Fahrenheit 451, written by Ray Bradbury and published quite a while ago in 1953, is a book that is considered a classic of world literature today but might not be top ranked on your to-be-read list unless you are really into dystopian fiction. I also did not consider reading it until I had to do it for my English class in high school, which made me realise that this book is a classic for a reason, and its message has grown more relevant than ever before.
Fahrenheit 451: the temperature at which book paper catches fire and burns
The story of the novel is set in a dystopian world where printed books are a dangerous property since owning, or even worse, reading them is strictly forbidden. To prevent the citizens from doing it, there are firemen whose only job is not to save people from a burning house but to destroy books, along with the houses in which they are hidden. Guy Montag, the protagonist of this novel, is such a fireman, and he never ever even thinks about questioning his job and the destruction he causes. He is an ordinary man living in a society that aims for all people to conform and be happy. This is especially shown through the character of his bland wife Mildred, who is wholly absorbed in the virtual world she sees on her big flat screen. She also keeps a so-called seashell radio in her ear, even at night, preventing any thoughts, ideas or memories she might have from coming up. Being distracted at any given moment and having everything she wants readily available at the touch of a fingertip, she doesn’t even have the chance to realise how unhappy and depressed she is and that everything she does and consumes might not give any sense of fulfilment at all. It goes so far that suicide is becoming an everyday thing or a usual thing happening in this society.
“Ask yourself, What do we want in this country, above all? People want to be happy, isn’t that right? Haven’t you heard it all your life? I want to be happy, people say. Well, aren’t they? Don’t we keep them moving, don’t we give them fun? That’s all we life for, isn’t it? For pleasure, for titillation? And you must admit our culture provides plenty of these.”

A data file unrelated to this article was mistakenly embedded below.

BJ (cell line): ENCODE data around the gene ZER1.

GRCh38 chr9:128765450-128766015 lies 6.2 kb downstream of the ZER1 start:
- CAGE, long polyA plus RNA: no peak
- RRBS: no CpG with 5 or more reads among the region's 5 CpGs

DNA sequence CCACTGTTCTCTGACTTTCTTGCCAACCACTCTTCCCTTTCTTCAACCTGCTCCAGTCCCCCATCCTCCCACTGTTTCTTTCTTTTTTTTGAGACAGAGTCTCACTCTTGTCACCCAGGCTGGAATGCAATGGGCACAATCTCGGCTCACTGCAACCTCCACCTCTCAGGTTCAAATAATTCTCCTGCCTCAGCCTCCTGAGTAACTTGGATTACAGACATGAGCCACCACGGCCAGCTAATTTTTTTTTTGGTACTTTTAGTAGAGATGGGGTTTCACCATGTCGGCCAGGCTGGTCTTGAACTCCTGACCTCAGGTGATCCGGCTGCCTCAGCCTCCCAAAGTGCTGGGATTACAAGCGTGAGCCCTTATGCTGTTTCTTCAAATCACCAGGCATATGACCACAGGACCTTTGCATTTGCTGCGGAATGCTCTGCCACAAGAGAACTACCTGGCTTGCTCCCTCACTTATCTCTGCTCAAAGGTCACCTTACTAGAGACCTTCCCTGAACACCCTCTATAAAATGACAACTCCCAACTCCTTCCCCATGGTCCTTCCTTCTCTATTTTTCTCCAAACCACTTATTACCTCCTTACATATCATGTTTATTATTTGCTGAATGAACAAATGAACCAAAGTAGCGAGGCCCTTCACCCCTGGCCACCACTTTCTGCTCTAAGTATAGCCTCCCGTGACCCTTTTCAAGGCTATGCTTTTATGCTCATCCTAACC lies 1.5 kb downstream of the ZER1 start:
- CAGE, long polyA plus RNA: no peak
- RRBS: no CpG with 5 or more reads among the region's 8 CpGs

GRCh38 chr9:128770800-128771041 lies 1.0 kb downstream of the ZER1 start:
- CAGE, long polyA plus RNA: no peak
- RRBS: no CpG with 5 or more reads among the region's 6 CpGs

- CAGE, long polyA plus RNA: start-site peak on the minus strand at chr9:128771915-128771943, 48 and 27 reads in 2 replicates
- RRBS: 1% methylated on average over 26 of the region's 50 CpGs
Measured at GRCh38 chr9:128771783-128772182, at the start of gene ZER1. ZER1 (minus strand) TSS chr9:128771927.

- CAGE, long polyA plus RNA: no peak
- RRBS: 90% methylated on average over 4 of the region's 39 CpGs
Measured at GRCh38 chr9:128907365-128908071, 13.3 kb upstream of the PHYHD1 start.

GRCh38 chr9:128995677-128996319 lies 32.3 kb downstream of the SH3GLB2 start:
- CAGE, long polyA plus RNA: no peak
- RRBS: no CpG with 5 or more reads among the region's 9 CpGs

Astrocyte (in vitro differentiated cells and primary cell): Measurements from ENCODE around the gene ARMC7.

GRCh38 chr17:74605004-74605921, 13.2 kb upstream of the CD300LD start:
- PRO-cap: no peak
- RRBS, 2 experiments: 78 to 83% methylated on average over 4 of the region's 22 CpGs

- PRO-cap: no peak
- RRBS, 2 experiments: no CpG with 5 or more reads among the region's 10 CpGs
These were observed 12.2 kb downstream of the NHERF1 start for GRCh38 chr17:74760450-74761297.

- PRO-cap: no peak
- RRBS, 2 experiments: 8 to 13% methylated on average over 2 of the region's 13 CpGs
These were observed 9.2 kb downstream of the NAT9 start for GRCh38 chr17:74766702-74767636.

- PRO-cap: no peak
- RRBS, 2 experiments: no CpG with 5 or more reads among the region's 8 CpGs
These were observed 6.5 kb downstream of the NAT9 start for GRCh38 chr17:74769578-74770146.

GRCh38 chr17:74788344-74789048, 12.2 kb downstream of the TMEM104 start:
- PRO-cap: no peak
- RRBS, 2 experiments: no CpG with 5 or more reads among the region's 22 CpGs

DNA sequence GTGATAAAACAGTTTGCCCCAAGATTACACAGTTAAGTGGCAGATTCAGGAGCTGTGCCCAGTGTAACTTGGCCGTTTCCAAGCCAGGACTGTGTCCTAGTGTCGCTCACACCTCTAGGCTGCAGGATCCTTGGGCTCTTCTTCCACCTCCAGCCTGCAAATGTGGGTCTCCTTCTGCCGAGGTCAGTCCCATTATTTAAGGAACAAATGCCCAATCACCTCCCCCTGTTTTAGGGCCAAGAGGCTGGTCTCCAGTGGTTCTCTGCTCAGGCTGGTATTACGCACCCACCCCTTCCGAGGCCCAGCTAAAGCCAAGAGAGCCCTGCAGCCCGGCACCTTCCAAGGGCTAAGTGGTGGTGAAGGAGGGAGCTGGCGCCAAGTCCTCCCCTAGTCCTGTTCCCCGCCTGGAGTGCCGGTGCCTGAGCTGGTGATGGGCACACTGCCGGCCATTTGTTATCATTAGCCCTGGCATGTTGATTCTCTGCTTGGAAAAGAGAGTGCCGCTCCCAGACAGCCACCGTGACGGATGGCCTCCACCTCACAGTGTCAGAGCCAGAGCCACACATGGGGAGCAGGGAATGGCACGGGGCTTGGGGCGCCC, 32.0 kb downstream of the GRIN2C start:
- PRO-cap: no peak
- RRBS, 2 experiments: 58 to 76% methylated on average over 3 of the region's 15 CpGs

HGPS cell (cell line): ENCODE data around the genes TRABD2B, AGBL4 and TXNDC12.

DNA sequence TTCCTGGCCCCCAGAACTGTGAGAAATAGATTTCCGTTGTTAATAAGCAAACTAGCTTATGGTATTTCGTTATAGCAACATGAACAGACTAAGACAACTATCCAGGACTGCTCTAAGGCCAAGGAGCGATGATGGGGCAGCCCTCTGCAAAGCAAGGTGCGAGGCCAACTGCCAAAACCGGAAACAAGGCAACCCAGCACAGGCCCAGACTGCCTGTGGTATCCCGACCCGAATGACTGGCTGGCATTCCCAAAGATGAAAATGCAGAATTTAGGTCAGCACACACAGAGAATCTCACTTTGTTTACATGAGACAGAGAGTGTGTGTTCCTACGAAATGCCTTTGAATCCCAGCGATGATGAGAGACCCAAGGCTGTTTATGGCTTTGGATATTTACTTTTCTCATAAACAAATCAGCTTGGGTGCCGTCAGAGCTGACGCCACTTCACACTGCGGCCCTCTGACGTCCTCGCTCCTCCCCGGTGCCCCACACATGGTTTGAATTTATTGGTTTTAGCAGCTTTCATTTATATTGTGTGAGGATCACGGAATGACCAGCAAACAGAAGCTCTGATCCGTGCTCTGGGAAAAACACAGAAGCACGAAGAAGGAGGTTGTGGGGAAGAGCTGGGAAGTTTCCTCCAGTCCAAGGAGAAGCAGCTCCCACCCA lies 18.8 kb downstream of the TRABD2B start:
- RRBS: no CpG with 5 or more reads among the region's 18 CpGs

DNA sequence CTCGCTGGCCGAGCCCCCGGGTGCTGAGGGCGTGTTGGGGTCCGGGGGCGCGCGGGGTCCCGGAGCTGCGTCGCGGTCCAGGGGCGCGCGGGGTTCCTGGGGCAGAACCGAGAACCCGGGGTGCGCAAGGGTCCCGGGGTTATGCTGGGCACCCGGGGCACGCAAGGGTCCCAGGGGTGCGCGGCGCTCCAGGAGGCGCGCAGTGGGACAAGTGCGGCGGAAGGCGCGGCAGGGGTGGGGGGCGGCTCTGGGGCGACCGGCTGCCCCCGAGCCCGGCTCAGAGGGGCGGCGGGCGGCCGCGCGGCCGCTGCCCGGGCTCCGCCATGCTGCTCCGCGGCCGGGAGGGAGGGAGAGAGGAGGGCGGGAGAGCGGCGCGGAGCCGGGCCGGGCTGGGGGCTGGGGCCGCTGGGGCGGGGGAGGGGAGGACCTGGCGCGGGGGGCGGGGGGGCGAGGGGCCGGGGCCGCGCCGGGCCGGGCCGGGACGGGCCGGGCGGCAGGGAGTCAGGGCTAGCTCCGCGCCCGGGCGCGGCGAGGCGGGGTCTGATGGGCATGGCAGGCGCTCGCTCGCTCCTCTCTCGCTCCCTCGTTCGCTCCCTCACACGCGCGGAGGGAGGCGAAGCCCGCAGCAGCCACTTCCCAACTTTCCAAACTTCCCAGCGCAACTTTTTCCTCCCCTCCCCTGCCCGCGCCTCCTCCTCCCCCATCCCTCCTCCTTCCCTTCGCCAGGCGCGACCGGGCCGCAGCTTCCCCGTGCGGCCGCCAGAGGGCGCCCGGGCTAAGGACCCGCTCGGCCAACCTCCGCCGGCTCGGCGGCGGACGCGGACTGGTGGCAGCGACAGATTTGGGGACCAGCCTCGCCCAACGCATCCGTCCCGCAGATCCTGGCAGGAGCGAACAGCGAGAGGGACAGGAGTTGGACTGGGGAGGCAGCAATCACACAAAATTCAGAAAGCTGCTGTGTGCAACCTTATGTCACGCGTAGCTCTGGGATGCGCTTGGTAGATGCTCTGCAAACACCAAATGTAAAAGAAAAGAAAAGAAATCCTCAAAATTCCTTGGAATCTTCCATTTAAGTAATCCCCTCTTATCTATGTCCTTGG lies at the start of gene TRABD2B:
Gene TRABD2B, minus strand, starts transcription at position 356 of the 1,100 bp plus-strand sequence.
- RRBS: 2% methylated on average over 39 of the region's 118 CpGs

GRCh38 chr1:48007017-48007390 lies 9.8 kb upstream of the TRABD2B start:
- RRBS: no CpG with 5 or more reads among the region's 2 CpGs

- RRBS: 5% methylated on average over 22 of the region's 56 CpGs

Only knowing this society conform life, Guy Montag is irritated as he meets Clarisse, his young neighbour, who introduces him to a past where people didn’t live in fear and actually lived their lives in the real world. Starting from the beginning to just admire the beauty of nature around him and take his time to watch and observe, he slowly begins to question everything he has ever known.
“He wore his happiness like a mask and the girl had run off across the lawn with the mask and there was no way of going to knock on her door and ask for it back”
Contrary to what it might seem from a short summary and the title, this novel isn’t about book censorship. It’s about how fast mass media rots our brains. And this does not necessarily have to be TV shows as described in the book, any medium can have this effect if its constantly blasted to us and only about light entertainment. But also every medium, and especially books, can inspire thoughts, can make us disagree and deliver in-depth details and complexity. And I think this is why books are so important – because they require time and full attention, something that is not so common in a world where our attention is a valuable good and companies and social media platforms do everything to get yours.
“Stuff your eyes with wonder, he said, live as if you’d drop dead in ten seconds. See the world. It’s more fantastic than any dream made or paid for in factories”